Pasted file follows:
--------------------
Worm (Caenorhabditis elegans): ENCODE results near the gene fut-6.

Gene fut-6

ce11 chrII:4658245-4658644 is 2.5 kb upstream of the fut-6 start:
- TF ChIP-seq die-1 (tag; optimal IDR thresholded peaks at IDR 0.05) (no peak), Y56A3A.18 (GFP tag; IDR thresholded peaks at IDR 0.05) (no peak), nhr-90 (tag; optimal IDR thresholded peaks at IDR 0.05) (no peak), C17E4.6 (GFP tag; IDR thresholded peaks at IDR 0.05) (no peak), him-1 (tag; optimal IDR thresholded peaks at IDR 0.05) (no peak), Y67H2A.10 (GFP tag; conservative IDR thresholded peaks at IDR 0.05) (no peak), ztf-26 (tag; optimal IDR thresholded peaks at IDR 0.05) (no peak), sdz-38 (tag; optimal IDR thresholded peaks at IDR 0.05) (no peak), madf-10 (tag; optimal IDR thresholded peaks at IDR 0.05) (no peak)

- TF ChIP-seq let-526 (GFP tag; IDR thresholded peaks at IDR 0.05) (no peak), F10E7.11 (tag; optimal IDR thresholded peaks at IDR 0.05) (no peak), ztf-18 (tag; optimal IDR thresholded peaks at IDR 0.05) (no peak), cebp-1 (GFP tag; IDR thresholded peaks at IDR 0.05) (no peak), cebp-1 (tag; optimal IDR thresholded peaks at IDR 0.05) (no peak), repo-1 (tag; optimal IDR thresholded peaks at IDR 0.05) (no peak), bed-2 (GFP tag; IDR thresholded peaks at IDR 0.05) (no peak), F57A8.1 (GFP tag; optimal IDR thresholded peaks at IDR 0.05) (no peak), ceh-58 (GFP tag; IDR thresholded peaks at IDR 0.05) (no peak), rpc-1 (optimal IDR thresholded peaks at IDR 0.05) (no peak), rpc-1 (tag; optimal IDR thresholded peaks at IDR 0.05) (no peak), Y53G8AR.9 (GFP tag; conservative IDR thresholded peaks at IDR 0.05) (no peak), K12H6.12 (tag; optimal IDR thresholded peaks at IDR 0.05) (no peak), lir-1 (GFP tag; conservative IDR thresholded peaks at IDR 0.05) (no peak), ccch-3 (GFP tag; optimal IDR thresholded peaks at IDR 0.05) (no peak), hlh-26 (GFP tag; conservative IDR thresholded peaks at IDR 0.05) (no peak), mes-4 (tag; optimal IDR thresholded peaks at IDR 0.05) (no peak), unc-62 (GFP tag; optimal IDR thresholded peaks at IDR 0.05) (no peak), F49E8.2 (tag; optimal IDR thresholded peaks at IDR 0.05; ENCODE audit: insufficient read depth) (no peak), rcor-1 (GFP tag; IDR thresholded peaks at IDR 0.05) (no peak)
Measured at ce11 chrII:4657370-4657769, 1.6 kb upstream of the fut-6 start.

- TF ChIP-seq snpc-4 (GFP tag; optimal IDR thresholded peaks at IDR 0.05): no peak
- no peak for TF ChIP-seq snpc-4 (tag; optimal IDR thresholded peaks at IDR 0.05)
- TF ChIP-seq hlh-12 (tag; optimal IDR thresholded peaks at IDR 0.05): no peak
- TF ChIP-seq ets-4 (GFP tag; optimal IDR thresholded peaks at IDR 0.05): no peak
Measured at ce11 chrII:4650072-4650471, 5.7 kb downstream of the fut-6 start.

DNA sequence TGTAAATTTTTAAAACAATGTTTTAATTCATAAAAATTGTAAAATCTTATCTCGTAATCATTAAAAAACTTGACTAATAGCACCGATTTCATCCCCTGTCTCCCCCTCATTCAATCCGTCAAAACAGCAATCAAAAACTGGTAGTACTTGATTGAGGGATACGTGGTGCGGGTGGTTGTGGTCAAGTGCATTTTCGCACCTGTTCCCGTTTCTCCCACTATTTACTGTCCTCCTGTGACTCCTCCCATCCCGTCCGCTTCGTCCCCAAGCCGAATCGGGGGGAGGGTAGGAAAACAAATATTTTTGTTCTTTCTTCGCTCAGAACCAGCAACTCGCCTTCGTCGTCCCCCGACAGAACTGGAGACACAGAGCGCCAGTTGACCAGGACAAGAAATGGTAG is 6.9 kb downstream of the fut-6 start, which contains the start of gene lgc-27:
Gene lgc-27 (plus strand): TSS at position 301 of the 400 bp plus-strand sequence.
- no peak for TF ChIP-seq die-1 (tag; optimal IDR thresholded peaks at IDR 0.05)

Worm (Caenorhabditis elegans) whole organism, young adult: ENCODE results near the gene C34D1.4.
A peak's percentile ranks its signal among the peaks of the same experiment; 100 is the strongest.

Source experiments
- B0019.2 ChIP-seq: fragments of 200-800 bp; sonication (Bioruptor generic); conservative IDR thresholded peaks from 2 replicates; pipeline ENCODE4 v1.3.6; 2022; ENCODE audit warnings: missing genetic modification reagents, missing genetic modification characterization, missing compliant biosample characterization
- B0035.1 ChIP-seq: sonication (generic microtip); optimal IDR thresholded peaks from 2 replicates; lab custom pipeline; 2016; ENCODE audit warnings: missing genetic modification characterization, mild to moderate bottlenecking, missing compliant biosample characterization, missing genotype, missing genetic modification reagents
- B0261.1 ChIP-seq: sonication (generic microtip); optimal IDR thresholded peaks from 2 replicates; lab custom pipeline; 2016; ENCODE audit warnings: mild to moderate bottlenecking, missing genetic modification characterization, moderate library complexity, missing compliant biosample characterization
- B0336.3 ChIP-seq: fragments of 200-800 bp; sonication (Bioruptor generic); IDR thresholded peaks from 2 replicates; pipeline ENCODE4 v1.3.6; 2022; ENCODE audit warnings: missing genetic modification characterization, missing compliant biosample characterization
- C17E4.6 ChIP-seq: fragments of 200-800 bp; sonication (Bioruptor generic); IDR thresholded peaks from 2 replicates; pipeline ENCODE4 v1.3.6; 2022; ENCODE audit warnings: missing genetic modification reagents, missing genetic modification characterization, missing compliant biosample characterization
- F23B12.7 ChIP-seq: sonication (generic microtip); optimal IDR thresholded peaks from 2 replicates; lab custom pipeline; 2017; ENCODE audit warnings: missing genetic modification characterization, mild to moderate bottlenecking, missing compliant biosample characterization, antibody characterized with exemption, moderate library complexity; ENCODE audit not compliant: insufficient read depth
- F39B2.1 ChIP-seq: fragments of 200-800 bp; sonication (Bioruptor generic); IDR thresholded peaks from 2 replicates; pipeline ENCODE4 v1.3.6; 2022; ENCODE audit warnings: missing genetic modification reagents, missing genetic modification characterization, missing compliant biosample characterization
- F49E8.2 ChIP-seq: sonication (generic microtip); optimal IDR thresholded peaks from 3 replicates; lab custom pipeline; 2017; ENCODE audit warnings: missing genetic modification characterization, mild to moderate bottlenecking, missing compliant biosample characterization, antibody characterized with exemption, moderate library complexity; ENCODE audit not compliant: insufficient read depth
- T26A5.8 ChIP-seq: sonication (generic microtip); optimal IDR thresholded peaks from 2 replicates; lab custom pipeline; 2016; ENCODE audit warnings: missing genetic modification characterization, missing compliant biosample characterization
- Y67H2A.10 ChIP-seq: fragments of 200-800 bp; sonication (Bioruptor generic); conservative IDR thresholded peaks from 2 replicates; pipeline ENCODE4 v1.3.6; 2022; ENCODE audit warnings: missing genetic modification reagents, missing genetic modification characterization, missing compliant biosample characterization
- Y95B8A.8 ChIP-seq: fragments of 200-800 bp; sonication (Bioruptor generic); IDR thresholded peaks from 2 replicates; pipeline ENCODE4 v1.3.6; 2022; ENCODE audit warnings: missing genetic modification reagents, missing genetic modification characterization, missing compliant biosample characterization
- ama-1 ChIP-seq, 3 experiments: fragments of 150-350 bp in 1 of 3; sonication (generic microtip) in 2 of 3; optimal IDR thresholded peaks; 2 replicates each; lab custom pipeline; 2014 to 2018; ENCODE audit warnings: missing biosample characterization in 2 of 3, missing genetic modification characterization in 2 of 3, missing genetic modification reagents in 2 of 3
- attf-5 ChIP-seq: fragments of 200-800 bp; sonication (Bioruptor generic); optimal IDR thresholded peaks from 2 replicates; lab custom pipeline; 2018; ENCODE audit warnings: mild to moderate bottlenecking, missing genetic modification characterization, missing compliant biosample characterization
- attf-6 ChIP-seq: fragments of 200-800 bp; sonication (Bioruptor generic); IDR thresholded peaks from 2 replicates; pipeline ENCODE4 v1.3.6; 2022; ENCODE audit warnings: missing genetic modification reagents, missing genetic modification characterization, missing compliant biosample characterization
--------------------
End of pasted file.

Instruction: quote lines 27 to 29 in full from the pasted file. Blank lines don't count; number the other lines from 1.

- Y67H2A.10 ChIP-seq: fragments of 200-800 bp; sonication (Bioruptor generic); conservative IDR thresholded peaks from 2 replicates; pipeline ENCODE4 v1.3.6; 2022; ENCODE audit warnings: missing genetic modification reagents, missing genetic modification characterization, missing compliant biosample characterization
- Y95B8A.8 ChIP-seq: fragments of 200-800 bp; sonication (Bioruptor generic); IDR thresholded peaks from 2 replicates; pipeline ENCODE4 v1.3.6; 2022; ENCODE audit warnings: missing genetic modification reagents, missing genetic modification characterization, missing compliant biosample characterization
- ama-1 ChIP-seq, 3 experiments: fragments of 150-350 bp in 1 of 3; sonication (generic microtip) in 2 of 3; optimal IDR thresholded peaks; 2 replicates each; lab custom pipeline; 2014 to 2018; ENCODE audit warnings: missing biosample characterization in 2 of 3, missing genetic modification characterization in 2 of 3, missing genetic modification reagents in 2 of 3